Peyton Manning is once again atop the charts for most touchdown passes in a single NFL season. The Denver Broncos quarterback threw four touchdowns against the Houston Texans in Week 16 to break the record set by Tom Brady in 2007.
The Denver Broncos noted the accomplishment on Twitter:
Broncos writer Paul Klee shared this:
After Manning tossed his 50th, he also moved closer to another massive benchmark, as Mike Klis of The Denver Post pointed out:
Following the game, Manning spoke about the record (via the Broncos):
In 2004 while with the Indianapolis Colts, Manning broke Dan Marino's 48-touchdown mark that had stood for two decades by throwing 49. His immense success that year led to a revolution of sorts around the NFL, with passing games taking center stage.
Just three years later, Brady broke Manning's record by reaching the 50-touchdown plateau while leading the New England Patriots to an undefeated regular-season record.
Now, less than a decade after Manning broke Marino's mark, seven of the top 10 single-season marks have come since the Tennessee product carved up defenses like nobody in history.
The other factor that will make Manning's latest record-breaking season memorable is his remarkable comeback from injury.
After Manning missed the entire 2011 campaign due to neck problems, obvious questions prevailed regarding whether one of the greatest quarterbacks in history would ever be the same. Since joining the Broncos, he's answered those questions by continuing to play the most important position at an elite level.
His passes no longer have the same zip they did when he was drafted with the first overall pick in 1998. Manning has helped offset that loss by studying defenses and then exploiting their weaknesses with precision passes.
There have been times throughout the season where it seemed to take an eternity for the ball to reach one of his receivers, but the accuracy still prevented defenses from making a play. It shows that he continues to adapt, even at age 37.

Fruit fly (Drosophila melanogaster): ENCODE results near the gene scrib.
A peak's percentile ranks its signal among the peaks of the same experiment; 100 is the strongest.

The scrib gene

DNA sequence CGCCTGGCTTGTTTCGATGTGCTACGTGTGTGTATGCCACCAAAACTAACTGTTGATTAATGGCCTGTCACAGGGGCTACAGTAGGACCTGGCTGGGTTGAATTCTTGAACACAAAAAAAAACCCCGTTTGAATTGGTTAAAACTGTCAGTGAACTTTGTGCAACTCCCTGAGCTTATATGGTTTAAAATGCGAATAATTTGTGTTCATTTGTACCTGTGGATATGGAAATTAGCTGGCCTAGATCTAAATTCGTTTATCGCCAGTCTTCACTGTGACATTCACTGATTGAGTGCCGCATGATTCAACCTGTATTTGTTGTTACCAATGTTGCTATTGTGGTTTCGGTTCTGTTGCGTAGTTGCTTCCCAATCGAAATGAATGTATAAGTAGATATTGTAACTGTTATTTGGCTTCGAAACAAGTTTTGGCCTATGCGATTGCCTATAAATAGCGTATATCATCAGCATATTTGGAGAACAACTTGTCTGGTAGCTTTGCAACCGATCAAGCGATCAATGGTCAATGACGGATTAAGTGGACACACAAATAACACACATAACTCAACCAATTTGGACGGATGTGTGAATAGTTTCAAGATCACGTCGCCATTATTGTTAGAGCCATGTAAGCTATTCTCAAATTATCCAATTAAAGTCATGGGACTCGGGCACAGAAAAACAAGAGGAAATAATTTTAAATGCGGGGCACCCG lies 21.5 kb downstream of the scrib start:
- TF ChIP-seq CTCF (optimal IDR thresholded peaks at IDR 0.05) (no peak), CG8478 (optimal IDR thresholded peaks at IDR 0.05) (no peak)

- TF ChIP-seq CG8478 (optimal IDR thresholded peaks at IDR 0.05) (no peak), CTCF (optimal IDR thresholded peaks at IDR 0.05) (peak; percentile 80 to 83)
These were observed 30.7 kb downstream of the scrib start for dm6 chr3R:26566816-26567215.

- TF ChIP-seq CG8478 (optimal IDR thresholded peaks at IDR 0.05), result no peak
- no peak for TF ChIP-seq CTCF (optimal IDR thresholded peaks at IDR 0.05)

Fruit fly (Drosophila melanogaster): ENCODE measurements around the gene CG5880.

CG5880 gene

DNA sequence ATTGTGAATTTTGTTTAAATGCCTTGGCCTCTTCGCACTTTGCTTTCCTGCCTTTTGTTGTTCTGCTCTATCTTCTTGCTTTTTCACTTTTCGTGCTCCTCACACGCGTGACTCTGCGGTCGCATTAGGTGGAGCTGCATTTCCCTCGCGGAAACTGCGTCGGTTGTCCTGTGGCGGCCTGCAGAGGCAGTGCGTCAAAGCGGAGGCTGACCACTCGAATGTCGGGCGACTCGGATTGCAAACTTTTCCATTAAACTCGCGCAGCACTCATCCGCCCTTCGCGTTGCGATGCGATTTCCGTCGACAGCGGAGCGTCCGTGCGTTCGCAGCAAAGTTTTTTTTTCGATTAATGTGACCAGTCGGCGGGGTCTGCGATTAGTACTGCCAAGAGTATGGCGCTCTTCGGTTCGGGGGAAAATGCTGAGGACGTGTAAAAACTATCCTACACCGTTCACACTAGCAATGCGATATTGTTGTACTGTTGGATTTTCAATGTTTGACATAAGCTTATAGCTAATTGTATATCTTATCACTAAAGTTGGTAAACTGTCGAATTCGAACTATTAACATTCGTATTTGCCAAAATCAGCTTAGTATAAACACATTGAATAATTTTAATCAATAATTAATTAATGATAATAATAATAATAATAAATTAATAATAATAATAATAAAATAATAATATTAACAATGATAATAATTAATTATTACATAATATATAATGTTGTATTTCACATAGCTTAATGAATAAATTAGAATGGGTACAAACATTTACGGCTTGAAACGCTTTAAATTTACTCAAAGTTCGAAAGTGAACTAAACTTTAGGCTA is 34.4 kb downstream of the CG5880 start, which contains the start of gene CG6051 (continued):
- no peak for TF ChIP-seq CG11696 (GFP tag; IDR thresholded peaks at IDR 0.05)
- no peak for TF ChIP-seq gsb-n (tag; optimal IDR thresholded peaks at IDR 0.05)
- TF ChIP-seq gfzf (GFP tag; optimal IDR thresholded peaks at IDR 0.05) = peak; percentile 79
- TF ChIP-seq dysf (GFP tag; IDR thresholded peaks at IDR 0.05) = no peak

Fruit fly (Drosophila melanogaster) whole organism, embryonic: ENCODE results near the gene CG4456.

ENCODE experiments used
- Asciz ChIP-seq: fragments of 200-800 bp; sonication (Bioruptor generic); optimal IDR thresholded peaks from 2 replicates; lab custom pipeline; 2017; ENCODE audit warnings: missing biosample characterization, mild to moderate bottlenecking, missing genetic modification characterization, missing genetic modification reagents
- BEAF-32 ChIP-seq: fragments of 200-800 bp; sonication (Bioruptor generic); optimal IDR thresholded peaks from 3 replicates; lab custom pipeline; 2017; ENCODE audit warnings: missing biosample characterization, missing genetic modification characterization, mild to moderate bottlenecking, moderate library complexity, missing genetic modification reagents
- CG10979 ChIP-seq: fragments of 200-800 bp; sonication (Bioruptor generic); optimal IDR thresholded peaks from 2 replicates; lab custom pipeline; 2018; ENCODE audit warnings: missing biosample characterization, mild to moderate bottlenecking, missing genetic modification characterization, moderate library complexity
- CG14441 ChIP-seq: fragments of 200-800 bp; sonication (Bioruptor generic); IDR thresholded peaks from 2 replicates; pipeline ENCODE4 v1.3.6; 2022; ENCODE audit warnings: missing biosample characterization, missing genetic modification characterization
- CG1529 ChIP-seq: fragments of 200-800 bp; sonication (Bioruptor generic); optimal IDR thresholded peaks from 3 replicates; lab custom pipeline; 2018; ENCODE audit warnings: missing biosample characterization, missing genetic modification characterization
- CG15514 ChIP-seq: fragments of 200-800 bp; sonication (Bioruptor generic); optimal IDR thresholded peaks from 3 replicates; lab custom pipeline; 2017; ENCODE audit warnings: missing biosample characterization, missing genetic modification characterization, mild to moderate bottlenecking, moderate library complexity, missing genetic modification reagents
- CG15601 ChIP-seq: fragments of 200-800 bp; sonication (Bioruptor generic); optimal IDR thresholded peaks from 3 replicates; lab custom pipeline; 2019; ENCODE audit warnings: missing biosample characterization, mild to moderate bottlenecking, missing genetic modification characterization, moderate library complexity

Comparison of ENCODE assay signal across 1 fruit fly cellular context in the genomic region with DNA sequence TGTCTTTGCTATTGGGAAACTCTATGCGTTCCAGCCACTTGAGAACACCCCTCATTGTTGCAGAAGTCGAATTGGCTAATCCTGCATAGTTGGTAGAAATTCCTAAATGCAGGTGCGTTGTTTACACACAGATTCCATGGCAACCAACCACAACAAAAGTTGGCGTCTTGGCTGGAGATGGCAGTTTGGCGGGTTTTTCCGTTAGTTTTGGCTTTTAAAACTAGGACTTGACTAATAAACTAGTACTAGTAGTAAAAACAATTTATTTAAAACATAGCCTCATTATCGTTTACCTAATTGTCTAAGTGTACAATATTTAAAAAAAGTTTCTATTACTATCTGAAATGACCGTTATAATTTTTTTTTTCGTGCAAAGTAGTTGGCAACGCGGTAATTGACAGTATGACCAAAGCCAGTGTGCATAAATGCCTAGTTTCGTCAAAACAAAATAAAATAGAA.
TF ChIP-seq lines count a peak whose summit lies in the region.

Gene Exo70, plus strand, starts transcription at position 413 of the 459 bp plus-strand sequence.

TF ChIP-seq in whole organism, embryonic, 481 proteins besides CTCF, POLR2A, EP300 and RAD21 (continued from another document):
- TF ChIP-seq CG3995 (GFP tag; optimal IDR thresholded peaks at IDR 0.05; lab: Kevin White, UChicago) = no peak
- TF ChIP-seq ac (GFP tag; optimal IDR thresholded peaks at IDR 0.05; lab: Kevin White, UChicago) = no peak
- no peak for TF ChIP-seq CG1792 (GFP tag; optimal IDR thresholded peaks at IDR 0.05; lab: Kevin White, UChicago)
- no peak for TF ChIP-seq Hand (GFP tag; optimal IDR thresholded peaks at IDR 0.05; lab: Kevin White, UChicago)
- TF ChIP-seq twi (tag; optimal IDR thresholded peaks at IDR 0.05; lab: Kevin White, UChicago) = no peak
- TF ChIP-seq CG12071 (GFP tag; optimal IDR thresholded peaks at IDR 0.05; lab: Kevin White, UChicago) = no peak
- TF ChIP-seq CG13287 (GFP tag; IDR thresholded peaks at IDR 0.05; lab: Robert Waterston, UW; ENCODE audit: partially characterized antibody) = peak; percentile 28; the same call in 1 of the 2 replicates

Of course, the team's running backs, wideouts and tight ends deserve a lot of credit for the success.
Five different players have caught at least 50 passes from Manning this season. Demaryius Thomas and Eric Decker lead the way in terms of yardage, and Knowshon Moreno has been a major asset coming out of the backfield.
But the difference-makers have been Wes Welker and Julius Thomas.
Welker came over from the Patriots, where he was also a major part of Brady's record-breaking 2007 season, and assumed the same role on Denver. Whenever Manning needs to convert a key third down, the predominant slot receiver finds a way to get open.
Julius Thomas entered the season as a relative unknown, but his combination of size and athleticism gave Manning a big target in the red zone who's also capable of stretching the middle of the field. He forces defenses to respect him down the seams, giving more space to Demaryius Thomas and Decker on the outside.
When you combine a quarterback of Manning's caliber with a wide range of weapons capable of filling every role in the passing game, it's almost impossible to slow them down. And opposing defenses found that out the hard way most weeks.
While a student of the game like Manning understands the significance of the touchdown record, his focus has to remain on the postseason. It's the only major part of his otherwise amazing legacy that still needs some work.
A Super Bowl title would be the perfect cap to an outstanding season for Manning and the Broncos. Of course, the 11 other playoff teams won't feel the same way.
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